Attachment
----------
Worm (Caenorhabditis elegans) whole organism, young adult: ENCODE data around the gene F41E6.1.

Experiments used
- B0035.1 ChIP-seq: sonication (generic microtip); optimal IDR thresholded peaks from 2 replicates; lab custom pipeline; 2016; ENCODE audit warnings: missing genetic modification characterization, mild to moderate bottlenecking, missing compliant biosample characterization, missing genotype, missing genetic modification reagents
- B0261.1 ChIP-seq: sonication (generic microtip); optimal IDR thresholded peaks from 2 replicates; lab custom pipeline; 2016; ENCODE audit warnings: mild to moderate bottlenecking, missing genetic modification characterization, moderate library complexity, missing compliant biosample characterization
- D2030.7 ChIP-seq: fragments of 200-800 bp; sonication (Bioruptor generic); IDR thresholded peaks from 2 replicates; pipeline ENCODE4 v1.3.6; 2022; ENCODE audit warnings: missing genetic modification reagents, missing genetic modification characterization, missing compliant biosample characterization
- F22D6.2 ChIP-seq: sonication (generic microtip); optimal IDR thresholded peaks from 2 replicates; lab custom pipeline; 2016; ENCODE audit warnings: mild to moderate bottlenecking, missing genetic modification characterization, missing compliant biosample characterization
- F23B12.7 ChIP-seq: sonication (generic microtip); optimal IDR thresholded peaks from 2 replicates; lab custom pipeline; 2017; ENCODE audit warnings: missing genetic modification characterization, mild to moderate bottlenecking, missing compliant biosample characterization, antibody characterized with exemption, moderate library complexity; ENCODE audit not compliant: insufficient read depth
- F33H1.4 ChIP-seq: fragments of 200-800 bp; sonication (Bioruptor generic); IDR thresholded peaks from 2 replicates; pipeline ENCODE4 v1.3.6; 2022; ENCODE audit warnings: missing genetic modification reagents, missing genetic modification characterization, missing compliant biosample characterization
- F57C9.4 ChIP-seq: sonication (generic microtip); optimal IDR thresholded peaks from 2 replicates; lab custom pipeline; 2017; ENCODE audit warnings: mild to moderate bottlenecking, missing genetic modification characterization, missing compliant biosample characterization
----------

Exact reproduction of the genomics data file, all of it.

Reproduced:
Worm (Caenorhabditis elegans) whole organism, young adult: ENCODE data around the gene F41E6.1.

Experiments used
- B0035.1 ChIP-seq: sonication (generic microtip); optimal IDR thresholded peaks from 2 replicates; lab custom pipeline; 2016; ENCODE audit warnings: missing genetic modification characterization, mild to moderate bottlenecking, missing compliant biosample characterization, missing genotype, missing genetic modification reagents
- B0261.1 ChIP-seq: sonication (generic microtip); optimal IDR thresholded peaks from 2 replicates; lab custom pipeline; 2016; ENCODE audit warnings: mild to moderate bottlenecking, missing genetic modification characterization, moderate library complexity, missing compliant biosample characterization
- D2030.7 ChIP-seq: fragments of 200-800 bp; sonication (Bioruptor generic); IDR thresholded peaks from 2 replicates; pipeline ENCODE4 v1.3.6; 2022; ENCODE audit warnings: missing genetic modification reagents, missing genetic modification characterization, missing compliant biosample characterization
- F22D6.2 ChIP-seq: sonication (generic microtip); optimal IDR thresholded peaks from 2 replicates; lab custom pipeline; 2016; ENCODE audit warnings: mild to moderate bottlenecking, missing genetic modification characterization, missing compliant biosample characterization
- F23B12.7 ChIP-seq: sonication (generic microtip); optimal IDR thresholded peaks from 2 replicates; lab custom pipeline; 2017; ENCODE audit warnings: missing genetic modification characterization, mild to moderate bottlenecking, missing compliant biosample characterization, antibody characterized with exemption, moderate library complexity; ENCODE audit not compliant: insufficient read depth
- F33H1.4 ChIP-seq: fragments of 200-800 bp; sonication (Bioruptor generic); IDR thresholded peaks from 2 replicates; pipeline ENCODE4 v1.3.6; 2022; ENCODE audit warnings: missing genetic modification reagents, missing genetic modification characterization, missing compliant biosample characterization
- F57C9.4 ChIP-seq: sonication (generic microtip); optimal IDR thresholded peaks from 2 replicates; lab custom pipeline; 2017; ENCODE audit warnings: mild to moderate bottlenecking, missing genetic modification characterization, missing compliant biosample characterization